Friday's Findings - August 20th 2021

Release Date:

Assessing Migration and Survival of Pacific Salmon in Impounded Rivers of the Pacific Northwest, USA

Date: August 20, 2021 from 2-2:30 p.m. eastern time

Speaker: Toby Kock, Research Fish Biologist, USGS Western Fisheries Research Center


Click here to join the meeting

Or call in (audio only): 1 202-640-1187,

Phone Conference ID: 845 921 079#


Roza Dam, on the Yakima River, in Washington State.

Roza Dam, on the Yakima River, in Washington State.

(Credit: Toby Kock, USGS. Public domain.)

Summary: Large dams have been constructed on most river systems where Pacific salmon reside in the Pacific Northwest, United States. These dams have substantial effects on anadromous fish species by limiting access to important habitats, creating reservoirs in reaches that were formerly riverine, and causing injury or mortality to significant numbers of fish that pass through these projects. Research focused on evaluating movement and survival of juvenile and adult Pacific salmon is of critical importance in the region to provide resource managers with the information needed to implement modifications to dams and their operations to minimize negative effects. Researchers at the U.S. Geological Survey’s Western Fisheries Research Center specialize in conducting active telemetry studies to assess various aspects of migration behavior and survival in impounded river systems in the Pacific Northwest (and elsewhere). This presentation will provide an overview of the research techniques which have been developed and used and provide examples of key findings which have been used to improve conditions for Pacific salmon populations affected by dams.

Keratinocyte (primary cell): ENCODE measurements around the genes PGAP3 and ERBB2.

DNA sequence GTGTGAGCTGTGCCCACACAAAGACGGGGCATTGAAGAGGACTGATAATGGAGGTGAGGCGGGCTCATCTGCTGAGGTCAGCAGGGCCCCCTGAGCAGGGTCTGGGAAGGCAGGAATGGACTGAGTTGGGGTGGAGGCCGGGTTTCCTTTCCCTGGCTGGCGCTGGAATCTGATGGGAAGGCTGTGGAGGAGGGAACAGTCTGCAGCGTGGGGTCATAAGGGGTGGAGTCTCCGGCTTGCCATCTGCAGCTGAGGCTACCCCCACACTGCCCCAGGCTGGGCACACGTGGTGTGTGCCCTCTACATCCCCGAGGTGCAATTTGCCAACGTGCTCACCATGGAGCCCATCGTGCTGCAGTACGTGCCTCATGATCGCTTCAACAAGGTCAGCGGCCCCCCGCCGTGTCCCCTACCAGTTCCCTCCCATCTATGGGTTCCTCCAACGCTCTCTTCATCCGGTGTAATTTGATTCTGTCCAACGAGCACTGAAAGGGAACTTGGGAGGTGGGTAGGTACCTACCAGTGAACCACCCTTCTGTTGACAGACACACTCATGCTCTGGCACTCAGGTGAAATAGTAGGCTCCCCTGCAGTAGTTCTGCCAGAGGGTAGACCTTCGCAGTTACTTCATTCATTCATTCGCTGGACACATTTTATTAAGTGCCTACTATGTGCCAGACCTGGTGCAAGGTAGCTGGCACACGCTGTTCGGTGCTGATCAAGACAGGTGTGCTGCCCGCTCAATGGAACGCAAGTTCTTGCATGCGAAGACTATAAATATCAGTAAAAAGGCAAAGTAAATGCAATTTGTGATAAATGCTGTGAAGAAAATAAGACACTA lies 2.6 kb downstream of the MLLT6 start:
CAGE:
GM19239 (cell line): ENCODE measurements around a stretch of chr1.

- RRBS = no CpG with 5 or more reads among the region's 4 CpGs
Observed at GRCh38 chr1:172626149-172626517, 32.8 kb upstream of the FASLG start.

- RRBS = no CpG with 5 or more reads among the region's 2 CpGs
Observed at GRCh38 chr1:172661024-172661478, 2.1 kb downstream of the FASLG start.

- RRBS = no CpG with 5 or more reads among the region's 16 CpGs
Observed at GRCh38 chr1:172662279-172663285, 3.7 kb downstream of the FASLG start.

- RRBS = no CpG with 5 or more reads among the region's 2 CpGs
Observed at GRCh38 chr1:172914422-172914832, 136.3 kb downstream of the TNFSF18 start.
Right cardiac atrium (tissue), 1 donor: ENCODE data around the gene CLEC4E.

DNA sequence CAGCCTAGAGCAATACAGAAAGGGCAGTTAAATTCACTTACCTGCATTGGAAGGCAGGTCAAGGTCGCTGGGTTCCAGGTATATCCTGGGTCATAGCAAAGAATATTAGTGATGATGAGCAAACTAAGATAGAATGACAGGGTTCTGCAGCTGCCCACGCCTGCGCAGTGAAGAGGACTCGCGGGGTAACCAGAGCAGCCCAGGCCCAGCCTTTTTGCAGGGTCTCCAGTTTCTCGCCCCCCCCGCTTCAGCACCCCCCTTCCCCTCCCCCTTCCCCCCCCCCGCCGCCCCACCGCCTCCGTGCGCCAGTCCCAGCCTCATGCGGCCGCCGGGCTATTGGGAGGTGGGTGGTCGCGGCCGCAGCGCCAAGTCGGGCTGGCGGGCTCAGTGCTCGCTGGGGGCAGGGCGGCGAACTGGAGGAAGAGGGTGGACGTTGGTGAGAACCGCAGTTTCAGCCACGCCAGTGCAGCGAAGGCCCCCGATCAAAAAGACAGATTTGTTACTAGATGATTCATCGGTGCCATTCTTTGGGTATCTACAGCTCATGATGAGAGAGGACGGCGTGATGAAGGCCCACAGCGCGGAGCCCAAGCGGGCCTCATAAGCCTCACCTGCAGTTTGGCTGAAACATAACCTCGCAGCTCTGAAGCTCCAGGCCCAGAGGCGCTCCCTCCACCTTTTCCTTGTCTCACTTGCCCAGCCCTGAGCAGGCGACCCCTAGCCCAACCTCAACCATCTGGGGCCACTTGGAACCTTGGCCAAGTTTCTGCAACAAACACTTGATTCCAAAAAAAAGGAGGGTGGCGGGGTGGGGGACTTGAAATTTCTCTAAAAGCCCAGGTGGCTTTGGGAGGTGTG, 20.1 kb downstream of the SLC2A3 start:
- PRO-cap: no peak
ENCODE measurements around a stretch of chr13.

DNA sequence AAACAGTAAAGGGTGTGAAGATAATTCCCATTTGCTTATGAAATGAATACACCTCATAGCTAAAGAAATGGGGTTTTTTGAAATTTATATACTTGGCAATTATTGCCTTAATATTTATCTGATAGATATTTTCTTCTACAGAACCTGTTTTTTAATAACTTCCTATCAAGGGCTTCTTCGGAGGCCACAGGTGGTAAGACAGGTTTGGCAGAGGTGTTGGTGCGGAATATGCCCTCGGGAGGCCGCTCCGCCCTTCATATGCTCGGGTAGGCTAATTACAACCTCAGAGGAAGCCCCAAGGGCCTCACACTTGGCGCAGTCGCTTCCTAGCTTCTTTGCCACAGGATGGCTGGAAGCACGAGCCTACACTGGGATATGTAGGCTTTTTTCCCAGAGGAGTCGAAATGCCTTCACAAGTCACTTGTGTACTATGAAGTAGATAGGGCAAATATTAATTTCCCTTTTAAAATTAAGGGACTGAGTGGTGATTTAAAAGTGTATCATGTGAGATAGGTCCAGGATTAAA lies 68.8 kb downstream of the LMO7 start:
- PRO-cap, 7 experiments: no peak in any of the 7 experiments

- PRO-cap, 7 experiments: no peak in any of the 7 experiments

Related Content

Filter Total Items: 1
Date published: August 1, 2018
Status: Active

Scientific Support of Salmon and Steelhead Reintroductions in Impounded River Basins of the Pacific Northwest

Salmon and steelhead populations in the Pacific Northwest were severely affected by hydropower development that occurred during the first half of the 20th century.  Impassable dams were constructed on many rivers throughout the region which prevented returning adult salmonids from accessing important habitats where spawning and rearing historically occurred.  In the past two decades...

Contacts: Tobias J Kock